Friday, July 11, 2008

Passing the Leadership Test

In a post at the "Parish the Thought" blog I caught reference to a talk called "Passing the Leadership Test" by Bill Hybels at the 2003 Leadership Summit.

Bill Hybels found five tests that define leadership from Jesus' interaction with Peter in Luke 5:

1. Bias toward Action – if you're going to lead, you want to see impact and transformation, so those who follow you better be geared to get 'er done

2. Can You Follow Direction? – sometimes decisions aren't popular. Will those who follow be willing to do what is needed even if they have reservations?

3. Who Deserves the Credit? – Ministry is about allowing God to build His kingdom through you. To Him goes the glory, no one else. Those seeking limelight or a resume-builder need not apply.

4. The Grander Vision Test – Lives are in the balance. Eternal destinies. Lives not just blessed but transformed. Leaders need to issue a challenge to people who really want want to advance the kingdom.

5. Will You Leave It? – There is a cost to following. It's not fair or right to hide that cost. Many will be reluctant to give up whatever may be holding them back from serving God fully. But those who understand the cost and yet will follow will be used by God for great things.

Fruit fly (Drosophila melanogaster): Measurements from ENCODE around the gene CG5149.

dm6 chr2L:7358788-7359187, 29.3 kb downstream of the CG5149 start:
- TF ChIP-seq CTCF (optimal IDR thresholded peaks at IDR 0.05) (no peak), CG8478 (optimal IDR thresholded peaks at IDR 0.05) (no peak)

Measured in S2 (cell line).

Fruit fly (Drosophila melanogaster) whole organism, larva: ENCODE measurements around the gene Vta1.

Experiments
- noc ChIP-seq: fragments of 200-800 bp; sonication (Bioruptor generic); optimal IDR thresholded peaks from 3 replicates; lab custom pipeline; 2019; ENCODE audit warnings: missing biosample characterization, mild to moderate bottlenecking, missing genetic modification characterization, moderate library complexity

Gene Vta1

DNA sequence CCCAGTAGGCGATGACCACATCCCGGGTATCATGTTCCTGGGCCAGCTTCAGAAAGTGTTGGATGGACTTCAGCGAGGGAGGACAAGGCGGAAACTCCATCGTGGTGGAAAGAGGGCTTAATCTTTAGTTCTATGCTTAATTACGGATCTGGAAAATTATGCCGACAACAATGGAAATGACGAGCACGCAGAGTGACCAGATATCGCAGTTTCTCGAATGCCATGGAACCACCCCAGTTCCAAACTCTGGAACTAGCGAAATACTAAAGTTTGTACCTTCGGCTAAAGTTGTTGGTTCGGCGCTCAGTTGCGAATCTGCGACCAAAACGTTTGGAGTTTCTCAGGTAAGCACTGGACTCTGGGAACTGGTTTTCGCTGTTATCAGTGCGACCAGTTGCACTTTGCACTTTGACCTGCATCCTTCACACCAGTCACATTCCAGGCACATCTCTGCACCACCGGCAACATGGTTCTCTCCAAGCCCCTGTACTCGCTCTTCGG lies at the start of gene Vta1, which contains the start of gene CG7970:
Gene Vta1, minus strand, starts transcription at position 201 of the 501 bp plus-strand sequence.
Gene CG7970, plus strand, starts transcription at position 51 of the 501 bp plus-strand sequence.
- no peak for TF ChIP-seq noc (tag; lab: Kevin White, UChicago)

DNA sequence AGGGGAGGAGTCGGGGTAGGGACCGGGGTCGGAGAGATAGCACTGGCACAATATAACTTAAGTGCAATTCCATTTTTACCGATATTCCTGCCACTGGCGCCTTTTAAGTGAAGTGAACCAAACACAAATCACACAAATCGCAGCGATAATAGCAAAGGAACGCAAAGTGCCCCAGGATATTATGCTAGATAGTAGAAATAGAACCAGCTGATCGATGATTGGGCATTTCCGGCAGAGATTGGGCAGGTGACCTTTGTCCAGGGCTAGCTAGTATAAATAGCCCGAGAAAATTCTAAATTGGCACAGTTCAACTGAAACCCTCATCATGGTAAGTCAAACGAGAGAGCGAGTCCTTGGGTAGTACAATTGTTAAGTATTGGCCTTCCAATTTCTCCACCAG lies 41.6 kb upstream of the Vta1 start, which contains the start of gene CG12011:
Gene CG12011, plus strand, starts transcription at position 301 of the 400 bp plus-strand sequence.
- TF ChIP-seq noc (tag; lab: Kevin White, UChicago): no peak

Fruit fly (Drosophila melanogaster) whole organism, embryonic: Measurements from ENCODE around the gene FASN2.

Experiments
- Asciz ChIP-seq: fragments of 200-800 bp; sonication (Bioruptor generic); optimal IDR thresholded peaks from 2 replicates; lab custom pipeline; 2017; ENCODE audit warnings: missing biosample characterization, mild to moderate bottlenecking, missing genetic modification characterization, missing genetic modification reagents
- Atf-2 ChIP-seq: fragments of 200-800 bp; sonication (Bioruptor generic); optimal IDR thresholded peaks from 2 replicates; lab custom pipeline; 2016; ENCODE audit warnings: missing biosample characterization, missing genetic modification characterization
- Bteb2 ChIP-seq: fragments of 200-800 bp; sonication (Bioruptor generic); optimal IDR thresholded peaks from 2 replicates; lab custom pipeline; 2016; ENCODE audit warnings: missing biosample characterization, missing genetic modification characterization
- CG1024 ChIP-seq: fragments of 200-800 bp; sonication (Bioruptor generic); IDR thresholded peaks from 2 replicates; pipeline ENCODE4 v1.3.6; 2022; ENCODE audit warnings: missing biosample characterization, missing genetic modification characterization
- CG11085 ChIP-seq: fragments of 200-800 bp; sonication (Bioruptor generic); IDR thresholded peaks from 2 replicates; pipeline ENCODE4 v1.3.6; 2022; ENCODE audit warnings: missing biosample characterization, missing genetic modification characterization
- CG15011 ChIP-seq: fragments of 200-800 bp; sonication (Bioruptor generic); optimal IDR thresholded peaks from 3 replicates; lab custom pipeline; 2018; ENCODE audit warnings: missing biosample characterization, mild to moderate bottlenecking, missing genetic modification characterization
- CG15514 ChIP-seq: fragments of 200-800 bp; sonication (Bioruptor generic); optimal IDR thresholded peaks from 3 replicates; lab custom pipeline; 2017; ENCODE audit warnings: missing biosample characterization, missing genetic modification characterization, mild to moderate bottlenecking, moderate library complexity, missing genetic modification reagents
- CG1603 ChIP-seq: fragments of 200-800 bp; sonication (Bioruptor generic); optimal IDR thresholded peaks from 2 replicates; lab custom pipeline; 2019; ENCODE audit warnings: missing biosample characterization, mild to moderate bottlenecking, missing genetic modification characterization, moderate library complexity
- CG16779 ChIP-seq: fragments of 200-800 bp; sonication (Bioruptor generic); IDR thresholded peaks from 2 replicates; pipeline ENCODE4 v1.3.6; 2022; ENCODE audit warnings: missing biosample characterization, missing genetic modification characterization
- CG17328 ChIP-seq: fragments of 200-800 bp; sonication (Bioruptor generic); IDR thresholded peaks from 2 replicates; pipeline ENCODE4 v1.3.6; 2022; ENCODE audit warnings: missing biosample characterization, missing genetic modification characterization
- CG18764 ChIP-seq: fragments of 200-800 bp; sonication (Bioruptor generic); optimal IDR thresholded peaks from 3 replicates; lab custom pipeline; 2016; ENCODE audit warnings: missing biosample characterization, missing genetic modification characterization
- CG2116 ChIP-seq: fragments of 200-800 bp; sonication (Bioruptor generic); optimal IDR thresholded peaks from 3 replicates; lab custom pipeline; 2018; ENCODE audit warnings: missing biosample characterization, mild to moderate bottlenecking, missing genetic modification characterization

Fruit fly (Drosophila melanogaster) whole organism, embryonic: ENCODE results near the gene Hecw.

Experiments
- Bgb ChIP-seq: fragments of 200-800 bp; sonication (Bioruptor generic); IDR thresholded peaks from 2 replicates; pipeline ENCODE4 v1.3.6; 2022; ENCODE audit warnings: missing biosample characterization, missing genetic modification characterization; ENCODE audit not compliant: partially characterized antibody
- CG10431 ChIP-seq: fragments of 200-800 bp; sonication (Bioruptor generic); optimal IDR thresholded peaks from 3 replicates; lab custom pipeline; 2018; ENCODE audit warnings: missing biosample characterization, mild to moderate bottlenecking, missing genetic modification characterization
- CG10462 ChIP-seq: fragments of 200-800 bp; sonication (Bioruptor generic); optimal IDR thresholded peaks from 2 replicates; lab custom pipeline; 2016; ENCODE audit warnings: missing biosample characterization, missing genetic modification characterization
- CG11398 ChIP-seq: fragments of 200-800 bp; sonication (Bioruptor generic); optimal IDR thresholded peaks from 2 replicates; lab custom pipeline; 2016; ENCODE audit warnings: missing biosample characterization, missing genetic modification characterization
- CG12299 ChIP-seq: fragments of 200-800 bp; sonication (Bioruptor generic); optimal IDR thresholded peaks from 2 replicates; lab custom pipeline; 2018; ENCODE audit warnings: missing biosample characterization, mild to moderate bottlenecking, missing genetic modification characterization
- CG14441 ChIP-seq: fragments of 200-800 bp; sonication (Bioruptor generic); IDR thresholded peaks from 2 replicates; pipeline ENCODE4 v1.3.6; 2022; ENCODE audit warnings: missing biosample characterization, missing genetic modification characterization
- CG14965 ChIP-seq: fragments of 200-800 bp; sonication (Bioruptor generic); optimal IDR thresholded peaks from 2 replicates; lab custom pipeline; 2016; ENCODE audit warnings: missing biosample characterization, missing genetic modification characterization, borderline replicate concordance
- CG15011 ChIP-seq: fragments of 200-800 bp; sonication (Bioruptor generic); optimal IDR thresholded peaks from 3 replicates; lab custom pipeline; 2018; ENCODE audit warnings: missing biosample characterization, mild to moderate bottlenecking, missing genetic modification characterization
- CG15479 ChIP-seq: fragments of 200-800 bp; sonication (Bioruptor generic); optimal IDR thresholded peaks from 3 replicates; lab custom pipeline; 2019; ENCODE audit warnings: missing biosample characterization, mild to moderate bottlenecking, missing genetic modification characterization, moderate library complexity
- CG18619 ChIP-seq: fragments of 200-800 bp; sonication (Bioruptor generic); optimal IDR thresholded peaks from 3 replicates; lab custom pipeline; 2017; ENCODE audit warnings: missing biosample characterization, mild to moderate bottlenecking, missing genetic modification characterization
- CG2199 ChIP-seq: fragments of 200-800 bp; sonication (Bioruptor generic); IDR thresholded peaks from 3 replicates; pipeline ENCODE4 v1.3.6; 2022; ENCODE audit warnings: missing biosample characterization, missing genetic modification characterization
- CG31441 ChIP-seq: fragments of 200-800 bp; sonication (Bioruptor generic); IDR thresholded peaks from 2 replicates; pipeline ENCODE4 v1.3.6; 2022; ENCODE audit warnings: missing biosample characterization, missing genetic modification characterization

For other thoughts on Passing the Leadership Test, you can also see some online notes from an attender, and Pastor Troy's thoughts about the test from Jesus' point of view.

(Side note to Facebook fans, Jason Strickling of 'Parish the Thought' just joined Facebook and one of his 'old college friends pointed out his blog to me shortly after I joined. The tendrils of social networking reach out just beyond your direct 'friends')

2 comments:

Amy said...

To be honest, this hasn't sat well with me, in large part because (and I just figured this out) it describes leadership in terms of the followers (particularly one and two, although other points tend to do the same). It seems logical that a great leader will attract (or be made great by) great followers, but I'm not sure what these points say to our leadership; rather, it seems to point out where I err in following.

Larry Baxter said...

Amy, thanks for the comment! An excellent observation really - several of these 'tests' do focus on the interaction with the (potential) follower. One definition of a leader (Malphurs) is "a servant with the credibility and capabilities to influence people in a particular context to pursue their God given Direction". Given that, the relationship with the follower cannot be ignored. I don't think it's so much that the followers are great, but that a leader like Jesus will challenge and bring out the best in people, and, will for the sake of the cause surround himself with people who are faithful, teachable, humble, yet action oriented. That said, I do agree with you, it's almost a better 'test' of a good follower :)